Ground Zero Tolerance: With No Politician Willing to Take Charge, the 9/11 Recovery has Dragged on Far Too Long


This piece originally appeared in the Village Voice.

A decade into its unhappy and unexpectedly long life, Ground Zero has undergone its annual if short-lived transformation from New York politicos' red-headed stepchild to belle of the ball, at least until September 12.  read more »

A Fly in the Econometrics? Exaggerating Urbanization


I was surprised to read in Science Digest that the increase in the urban land from 2000 to 2030 could be as much as 590,000 square miles (1.53 million square kilometers), which Science Digest went on to say would house an increase in the urban population of 1.47 billion people.  read more »

The Die-Hard Recession Heads Off The Charts

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"By 1970, the governments of the wealthy countries began to take it for granted that they had truly discovered the secret of cornucopia. Politicians of left and right alike believed that modern economic policy was able to keep economies expanding very fast -- and endlessly. That left only the congenial question of dividing up the new wealth that was being steadily generated."

Those words, from a Washington Post editorial more than twenty-five years ago, echoed the beliefs not only of  read more »

Obama's Economic Trifecta: How The President Helped Kill Progressivism, Capitalism And Moderation


President Barack Obama‘s “pivot” on jobs this week shows that the president has finally — if belatedly — acknowledged the real misery caused by the Great Recession. However, it does not shed his complicity in the ever deepening employment crisis. Unemployment remains high, exceeding 9% — 16% if you include part-time workers. The percentage of adults in the workforce is bouncing near a 30-year low.  read more »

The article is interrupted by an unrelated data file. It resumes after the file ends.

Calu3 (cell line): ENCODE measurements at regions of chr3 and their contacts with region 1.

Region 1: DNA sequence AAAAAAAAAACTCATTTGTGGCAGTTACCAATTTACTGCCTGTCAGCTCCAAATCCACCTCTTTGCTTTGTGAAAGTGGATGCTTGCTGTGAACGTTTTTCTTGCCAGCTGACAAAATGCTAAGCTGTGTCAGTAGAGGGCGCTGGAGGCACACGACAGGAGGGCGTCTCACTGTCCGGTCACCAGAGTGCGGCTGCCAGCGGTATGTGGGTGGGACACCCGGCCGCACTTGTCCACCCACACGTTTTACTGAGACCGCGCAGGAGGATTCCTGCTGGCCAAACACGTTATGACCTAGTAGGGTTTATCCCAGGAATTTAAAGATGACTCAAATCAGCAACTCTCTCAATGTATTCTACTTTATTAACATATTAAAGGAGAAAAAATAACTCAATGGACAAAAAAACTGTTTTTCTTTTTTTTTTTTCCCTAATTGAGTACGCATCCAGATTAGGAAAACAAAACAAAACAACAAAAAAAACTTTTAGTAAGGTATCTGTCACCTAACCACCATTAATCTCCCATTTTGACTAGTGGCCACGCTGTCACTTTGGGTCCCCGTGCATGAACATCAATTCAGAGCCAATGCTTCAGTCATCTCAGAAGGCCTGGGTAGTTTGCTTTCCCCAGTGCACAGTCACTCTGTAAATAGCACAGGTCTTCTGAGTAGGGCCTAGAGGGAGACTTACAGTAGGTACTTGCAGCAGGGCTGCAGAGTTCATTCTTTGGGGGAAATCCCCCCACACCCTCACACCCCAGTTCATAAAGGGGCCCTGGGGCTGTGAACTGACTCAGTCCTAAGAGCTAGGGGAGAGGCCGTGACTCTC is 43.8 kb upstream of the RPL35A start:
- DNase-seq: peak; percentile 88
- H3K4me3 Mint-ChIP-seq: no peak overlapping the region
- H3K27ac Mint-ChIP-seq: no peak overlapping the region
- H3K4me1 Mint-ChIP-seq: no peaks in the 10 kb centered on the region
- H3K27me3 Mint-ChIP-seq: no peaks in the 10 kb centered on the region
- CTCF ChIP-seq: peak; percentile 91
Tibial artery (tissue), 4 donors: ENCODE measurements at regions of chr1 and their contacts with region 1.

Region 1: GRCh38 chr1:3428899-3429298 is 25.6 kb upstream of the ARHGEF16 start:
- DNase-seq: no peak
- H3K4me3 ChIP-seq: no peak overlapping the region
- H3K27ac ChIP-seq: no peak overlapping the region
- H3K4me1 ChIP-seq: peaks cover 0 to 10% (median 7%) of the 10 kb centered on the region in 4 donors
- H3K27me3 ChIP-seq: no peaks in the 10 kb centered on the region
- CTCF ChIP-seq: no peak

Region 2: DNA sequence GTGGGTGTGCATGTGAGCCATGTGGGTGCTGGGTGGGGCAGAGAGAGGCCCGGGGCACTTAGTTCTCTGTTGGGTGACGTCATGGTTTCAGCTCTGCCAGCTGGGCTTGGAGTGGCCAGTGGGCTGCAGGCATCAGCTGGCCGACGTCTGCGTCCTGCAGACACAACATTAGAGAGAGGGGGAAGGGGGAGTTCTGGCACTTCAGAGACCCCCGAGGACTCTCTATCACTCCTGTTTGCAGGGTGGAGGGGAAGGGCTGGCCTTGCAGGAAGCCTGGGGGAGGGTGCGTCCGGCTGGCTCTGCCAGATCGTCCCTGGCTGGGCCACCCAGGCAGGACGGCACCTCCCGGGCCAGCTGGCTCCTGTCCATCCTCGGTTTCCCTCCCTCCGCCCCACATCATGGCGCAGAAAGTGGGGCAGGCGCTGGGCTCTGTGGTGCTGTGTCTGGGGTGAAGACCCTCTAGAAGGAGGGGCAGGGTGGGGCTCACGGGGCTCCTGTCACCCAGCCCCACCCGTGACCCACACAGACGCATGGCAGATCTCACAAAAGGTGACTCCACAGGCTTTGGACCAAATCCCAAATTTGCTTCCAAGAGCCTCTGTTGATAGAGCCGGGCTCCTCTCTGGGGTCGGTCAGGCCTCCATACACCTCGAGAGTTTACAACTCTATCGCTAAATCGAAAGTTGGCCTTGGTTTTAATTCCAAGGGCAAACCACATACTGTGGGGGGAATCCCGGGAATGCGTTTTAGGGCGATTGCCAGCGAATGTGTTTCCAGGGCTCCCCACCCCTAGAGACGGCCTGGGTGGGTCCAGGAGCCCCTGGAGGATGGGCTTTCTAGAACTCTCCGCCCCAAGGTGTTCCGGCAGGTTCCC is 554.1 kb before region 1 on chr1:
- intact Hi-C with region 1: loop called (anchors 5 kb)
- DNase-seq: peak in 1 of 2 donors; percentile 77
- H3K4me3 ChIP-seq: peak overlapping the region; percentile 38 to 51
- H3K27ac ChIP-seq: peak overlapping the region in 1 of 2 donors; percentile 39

Applying Lessons from the UK Riots to Australia


Many commentators correctly attribute the UK rioting to decades of misgoverning and miseducating youth. Contributing to this has been the breakdown of family discipline, the replacement of working fathers as role models and the creation of a culture of entitlement. Tony Blair has talked about a breakdown in public morality. Less convincingly, many on the left have attributed the cause to the social expenditure cuts of the Cameron Government, cuts that have actually made barely a dent in the proceeding Blair/Brown years of tumescent expenditure growth.  read more »

The Golden State Is Crumbling


The recent announcement that California's unemployment again nudged up to 12 percent—second worst in the nation behind its evil twin, Nevada—should have come as a surprise but frankly did not. From the beginning of the recession, the Golden State has been stuck bringing up a humbled nation's rear and seems mired in that less-than-illustrious position.  read more »

Whatever Happened to 'The Vision Thing'? Part II

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More than two years ago (March 2009, to be precise), New Geography published an article I wrote, entitled Whatever Happened to ‘The Vision Thing'?. It began:

When I was in elementary school, I remember reading about the remarkable transformations that the future would bring: Flying cars, manned colonies on the moon, humanoid robotic servants. Almost half a century later, none of these promises of the future – and many, many more – have come to pass. Yet, in many respects, these visions from the future served their purpose in allowing us to imagine a world far more wondrous than the one we were in at the time, to aspire to something greater.  read more »

Millennials Have the Answer to the Country’s Fear, Uncertainty and Doubt


America is about to enter a presidential campaign that promises to be filled with divisive rhetoric and sharp differences over which direction the nominees want to take the country. This will be the fourth time in American history that the country has been sharply divided over the question of what the size and scope of government should be. Each time the issue was propelled by vast differences in beliefs between generations that caused the country to experience long periods of Fear, Uncertainty and Doubt (FUD), before ultimately resolving the issue in accord with the ideas and beliefs of a new generation.  read more »

Supply of Tech Workers Greater Than Estimated Demand


CNBC reports the information technology (IT) sector is “where the jobs are.” And the Los Angeles Times writes that tech jobs in San Francisco are a “rare bright spot in the nation’s troubled economy.”

EMSI’s most current data, however, paints a slightly less rosy picture.  read more »

High-density Housing Reflects Dense Government Thinking


Citizens in Australia’s major cities are becoming increasingly unhappy about what they perceive as the escalating deterioration in their quality of life - traffic congestion, overloaded public transport, unaffordable housing for young people, increases in the costs of basic services and overcrowding. There is little doubt that recent election results and unfavourable opinion polls are partly an expression of this dissatisfaction.  read more »